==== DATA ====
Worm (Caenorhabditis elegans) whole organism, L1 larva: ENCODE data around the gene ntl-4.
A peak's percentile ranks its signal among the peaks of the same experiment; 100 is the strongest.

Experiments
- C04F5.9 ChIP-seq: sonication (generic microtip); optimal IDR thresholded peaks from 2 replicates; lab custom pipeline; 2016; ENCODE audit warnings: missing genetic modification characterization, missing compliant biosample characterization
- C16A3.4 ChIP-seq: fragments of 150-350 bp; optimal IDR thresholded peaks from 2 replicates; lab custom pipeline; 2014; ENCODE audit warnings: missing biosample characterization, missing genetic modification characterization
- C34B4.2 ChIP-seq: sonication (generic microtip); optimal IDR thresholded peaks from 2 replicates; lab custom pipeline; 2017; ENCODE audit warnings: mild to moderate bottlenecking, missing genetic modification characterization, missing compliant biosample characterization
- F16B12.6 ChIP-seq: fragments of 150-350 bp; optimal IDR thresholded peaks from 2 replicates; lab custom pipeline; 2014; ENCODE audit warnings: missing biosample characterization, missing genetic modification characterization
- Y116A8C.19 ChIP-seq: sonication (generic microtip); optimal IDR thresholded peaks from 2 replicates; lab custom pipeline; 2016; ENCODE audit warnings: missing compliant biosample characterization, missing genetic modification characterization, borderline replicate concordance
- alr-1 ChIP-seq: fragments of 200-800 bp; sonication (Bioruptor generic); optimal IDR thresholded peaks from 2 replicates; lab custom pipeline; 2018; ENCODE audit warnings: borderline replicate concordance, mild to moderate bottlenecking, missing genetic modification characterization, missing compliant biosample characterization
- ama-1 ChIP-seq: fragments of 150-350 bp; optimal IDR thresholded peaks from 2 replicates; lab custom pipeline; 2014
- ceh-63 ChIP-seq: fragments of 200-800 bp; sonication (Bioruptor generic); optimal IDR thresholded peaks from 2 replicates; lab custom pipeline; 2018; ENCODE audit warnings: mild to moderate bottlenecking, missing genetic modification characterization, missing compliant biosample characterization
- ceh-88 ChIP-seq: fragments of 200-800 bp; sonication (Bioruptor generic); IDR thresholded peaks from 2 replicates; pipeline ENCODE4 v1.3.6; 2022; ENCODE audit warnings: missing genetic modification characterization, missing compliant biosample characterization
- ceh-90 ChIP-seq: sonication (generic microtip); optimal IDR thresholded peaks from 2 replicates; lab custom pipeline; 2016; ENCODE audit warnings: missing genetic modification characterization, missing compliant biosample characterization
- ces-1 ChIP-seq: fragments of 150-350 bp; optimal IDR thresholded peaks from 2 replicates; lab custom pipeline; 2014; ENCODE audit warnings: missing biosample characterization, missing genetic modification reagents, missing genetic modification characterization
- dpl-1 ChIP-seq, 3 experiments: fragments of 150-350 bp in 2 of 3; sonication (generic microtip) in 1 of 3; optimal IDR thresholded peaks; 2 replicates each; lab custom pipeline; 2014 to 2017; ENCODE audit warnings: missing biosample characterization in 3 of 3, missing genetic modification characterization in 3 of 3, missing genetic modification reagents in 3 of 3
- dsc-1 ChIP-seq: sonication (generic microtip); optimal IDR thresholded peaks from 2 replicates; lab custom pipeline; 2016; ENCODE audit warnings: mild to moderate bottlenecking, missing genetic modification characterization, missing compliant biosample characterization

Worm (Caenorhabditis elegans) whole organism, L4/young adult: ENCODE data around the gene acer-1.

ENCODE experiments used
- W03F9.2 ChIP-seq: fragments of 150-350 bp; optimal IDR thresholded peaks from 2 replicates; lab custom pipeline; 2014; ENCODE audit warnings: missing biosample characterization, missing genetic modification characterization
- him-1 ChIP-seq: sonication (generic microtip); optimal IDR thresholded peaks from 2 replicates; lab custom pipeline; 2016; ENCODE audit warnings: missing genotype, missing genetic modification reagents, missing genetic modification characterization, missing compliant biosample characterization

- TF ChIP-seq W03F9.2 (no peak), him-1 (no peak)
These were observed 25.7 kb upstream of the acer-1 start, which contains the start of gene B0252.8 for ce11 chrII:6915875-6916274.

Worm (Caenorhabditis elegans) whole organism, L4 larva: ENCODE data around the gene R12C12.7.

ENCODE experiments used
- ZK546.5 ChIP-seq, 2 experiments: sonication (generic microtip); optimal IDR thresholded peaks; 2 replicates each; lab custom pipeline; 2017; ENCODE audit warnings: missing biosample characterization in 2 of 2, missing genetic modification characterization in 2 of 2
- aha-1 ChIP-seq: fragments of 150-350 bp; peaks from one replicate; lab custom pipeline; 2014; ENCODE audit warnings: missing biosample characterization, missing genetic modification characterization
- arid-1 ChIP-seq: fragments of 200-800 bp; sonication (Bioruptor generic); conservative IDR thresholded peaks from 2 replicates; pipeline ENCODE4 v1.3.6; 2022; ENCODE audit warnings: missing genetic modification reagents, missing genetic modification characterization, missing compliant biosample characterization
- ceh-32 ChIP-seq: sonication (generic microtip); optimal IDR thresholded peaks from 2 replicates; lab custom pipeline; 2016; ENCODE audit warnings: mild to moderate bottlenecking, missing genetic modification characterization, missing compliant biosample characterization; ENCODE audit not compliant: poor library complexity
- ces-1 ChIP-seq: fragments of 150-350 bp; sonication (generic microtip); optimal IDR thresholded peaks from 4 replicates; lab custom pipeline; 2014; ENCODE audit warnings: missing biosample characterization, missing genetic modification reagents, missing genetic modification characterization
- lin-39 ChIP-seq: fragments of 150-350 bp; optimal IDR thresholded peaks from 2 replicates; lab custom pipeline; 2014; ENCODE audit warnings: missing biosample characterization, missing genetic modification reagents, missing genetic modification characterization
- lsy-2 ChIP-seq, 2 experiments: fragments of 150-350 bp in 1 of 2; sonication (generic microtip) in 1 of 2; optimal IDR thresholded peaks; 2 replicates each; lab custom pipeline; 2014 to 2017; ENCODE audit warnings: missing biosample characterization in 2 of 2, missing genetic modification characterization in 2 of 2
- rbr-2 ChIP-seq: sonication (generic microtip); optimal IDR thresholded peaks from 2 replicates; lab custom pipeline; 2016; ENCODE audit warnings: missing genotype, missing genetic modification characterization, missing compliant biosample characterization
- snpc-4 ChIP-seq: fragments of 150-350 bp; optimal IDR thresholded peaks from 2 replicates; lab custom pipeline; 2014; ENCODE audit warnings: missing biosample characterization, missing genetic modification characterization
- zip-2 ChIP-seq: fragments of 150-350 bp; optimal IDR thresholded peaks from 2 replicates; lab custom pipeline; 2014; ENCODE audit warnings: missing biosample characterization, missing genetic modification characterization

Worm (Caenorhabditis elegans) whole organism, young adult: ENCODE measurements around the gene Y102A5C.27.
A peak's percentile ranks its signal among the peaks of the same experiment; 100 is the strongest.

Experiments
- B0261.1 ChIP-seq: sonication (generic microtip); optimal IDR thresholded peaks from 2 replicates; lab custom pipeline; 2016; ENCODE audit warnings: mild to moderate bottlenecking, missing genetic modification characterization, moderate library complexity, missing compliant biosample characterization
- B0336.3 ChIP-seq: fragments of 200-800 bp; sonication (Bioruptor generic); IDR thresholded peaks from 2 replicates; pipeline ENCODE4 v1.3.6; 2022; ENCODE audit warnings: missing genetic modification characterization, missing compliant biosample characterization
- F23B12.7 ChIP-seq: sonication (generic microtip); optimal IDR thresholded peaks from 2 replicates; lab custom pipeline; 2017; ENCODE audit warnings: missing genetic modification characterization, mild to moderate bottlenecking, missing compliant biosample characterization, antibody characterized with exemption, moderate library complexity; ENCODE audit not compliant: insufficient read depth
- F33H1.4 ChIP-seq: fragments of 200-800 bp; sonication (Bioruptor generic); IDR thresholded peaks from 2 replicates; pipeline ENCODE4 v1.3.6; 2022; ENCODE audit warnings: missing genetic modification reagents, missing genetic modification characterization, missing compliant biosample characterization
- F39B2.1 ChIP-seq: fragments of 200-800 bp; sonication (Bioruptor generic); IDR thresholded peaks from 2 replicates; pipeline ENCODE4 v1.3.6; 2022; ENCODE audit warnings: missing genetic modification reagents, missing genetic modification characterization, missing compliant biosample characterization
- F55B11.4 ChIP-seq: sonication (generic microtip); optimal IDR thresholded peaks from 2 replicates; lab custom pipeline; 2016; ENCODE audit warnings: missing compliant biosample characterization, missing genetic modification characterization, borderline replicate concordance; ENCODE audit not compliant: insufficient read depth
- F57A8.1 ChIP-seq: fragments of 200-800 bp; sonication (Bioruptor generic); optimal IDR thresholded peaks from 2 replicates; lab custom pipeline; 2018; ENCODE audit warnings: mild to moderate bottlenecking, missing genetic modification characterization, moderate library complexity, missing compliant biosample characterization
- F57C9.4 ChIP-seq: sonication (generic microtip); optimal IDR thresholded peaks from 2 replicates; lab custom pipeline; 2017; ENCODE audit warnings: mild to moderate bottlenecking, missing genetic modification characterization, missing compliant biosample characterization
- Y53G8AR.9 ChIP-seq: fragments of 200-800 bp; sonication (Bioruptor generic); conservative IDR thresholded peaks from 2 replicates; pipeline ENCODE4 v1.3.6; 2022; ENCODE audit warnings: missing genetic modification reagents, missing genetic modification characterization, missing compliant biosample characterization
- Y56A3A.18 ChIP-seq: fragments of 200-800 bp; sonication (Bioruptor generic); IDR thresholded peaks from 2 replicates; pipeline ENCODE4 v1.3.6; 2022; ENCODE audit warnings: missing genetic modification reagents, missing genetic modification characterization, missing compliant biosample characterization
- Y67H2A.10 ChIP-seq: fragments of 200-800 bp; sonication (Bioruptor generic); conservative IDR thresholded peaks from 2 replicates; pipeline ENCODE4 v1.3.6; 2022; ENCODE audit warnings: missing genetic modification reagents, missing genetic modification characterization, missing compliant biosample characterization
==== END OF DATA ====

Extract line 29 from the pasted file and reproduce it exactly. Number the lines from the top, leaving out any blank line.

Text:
- ces-1 ChIP-seq: fragments of 150-350 bp; sonication (generic microtip); optimal IDR thresholded peaks from 4 replicates; lab custom pipeline; 2014; ENCODE audit warnings: missing biosample characterization, missing genetic modification reagents, missing genetic modification characterization